Simply put, it depends on your skin type since toners provide many benefits. “They can serve multiple purposes depending on the type of toner you’re using,” Dr. Scott Paviol, a board-certified dermatologist in Charlotte, NC, says. Need extra exfoliation? Or a dose of hydration? There’s a toner for that. Plus, if you wear heavy makeup and sunscreen, using a toner will help add another cleansing element to the skin. And as far as the claim some people make saying a toner is an extra step in a skincare routine, it takes less than one minute (or less) to apply, so it’s not the time factor that’s really an issue; it’s whether you feel your skin can benefit from one or not.
If you’re going to use a toner, especially if you have rosacea– or acne-prone skin or hyperpigmentation, there are a few things to look for in a product to ensure that it’s the right fit for your skin so you’ll reap the benefits:
- Always read the ingredient label. This way, you know what is in your toner, so you can find one that’s most compatible with your skin’s needs.
- Steer clear of sulfates in toners. They don’t provide any benefits besides allowing the product to foam —however, some toners ‘sneak’ in sodium laureth sulfates, which can dry out the complexion.
- If your skin needs hydration, opt for a toner with fatty alcohols, like cetyl or stearyl. Dr. Paviol says that these are emollients that help moisturizer the skin. The idea is to refresh the skin and restore its natural moisture balance, not strip it.
- Oily skin types should look for formulas with ingredients including salicylic acid and witch hazel, which Dr. Peredo says help with breakouts. “For dry skin types, toners with glycerin or hyaluronic acid will help hydrate the skin. If you have sensitive skin, toners with aloe vera or chamomile can help soothe the skin.”
- Don’t skimp on moisturizer after using a toner. Pekar suggests applying serums and moisturizers directly after toner allows those products to absorb better and create an enhanced hydrating experience.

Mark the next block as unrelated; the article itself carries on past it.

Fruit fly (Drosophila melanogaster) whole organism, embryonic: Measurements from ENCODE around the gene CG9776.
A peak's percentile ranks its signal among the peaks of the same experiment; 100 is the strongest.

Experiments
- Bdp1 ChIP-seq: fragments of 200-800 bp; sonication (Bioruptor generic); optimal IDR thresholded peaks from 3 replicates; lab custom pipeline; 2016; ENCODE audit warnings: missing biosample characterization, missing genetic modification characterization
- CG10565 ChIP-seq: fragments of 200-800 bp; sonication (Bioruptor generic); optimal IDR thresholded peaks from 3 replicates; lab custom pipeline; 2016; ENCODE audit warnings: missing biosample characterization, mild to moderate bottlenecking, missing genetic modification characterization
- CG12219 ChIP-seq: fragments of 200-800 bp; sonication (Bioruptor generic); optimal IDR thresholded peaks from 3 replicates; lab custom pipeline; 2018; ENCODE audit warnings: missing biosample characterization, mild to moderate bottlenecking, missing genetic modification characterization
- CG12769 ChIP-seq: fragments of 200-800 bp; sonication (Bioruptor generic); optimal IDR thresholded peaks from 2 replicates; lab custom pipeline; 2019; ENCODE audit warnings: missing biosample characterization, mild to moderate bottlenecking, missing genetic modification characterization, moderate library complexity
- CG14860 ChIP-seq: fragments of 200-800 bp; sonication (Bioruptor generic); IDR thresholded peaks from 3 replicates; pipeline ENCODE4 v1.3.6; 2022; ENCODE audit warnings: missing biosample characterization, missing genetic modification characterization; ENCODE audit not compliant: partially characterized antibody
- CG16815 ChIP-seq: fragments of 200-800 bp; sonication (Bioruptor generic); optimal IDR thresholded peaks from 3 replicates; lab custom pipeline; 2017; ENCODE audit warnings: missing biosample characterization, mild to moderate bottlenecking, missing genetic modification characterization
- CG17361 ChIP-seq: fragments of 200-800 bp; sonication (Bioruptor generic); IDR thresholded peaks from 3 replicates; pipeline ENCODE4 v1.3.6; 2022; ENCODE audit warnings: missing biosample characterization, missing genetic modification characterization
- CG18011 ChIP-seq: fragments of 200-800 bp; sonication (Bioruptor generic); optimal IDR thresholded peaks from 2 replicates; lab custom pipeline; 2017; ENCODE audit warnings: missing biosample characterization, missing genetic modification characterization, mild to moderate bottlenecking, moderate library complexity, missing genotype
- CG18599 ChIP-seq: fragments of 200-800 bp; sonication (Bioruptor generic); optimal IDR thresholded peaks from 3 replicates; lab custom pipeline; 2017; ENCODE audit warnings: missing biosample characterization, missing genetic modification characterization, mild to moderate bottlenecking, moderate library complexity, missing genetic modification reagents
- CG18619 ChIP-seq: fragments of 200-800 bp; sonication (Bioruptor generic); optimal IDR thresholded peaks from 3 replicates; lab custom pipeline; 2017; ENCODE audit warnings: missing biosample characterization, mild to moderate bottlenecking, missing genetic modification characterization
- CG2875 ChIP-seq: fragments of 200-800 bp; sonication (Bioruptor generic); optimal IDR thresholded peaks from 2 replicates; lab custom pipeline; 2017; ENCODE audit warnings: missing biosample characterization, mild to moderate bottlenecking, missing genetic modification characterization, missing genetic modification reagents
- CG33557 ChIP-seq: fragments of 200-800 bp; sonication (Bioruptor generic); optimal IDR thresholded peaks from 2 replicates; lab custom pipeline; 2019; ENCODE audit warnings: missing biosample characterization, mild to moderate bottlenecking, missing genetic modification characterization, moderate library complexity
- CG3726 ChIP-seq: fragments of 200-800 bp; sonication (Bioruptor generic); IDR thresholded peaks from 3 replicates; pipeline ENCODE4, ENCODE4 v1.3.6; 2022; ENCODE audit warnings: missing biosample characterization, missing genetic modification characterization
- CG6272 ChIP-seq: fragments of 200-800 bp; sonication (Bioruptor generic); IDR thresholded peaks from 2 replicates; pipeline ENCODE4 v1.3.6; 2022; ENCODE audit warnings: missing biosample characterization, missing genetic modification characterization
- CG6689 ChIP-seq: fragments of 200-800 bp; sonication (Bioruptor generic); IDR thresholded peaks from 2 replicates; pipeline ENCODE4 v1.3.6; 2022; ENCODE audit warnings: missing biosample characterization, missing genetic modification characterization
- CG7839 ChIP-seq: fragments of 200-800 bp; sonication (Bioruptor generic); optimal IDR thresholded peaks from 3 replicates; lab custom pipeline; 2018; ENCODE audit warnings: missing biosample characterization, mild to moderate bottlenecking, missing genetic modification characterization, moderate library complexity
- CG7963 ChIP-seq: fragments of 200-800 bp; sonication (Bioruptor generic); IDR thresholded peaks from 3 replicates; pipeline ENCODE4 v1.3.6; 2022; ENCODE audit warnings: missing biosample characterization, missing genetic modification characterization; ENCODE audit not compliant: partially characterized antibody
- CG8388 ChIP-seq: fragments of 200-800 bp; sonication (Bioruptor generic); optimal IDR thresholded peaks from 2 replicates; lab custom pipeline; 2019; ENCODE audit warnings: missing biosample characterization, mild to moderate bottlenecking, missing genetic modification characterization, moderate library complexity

Is there a right and wrong way to use toner?
Most skin experts, Fernandez included, recommend using a toner after nighttime cleansing to help remove built-up grime from the day. “This way also ensures deeply cleansed skin while you sleep and renew,” she adds.
As far as using a toner during the day goes, it can be a key element of your morning routine as long as it is applied after cleansing (on dry skin) and before any serums, creams, moisturizers, or sunscreens. Always apply it using a cotton ball and gently press the liquid into the skin rather than swiping it or rubbing it into the skin. With spray-on versions, mist the product directly onto the skin and gently tap it into the skin to allow it to absorb properly.
Dr. Paviol says that if the skin needs an acid-based toner for a deeper exfoliation, it’s important to replenish any lost moisture from toning with the addition of hydrating serums and moisturizers. “If not, the skin will over-compensate by producing more oil and leave you back at square one,” he says. The same issue can occur with more hydrating toners, too. “Toning is considered an additional step on a skincare routine, and it should not take the place of any product. Therefore, even hydrating toners can leave the skin feeling dry if there isn’t proper hydration after toning,” he explains.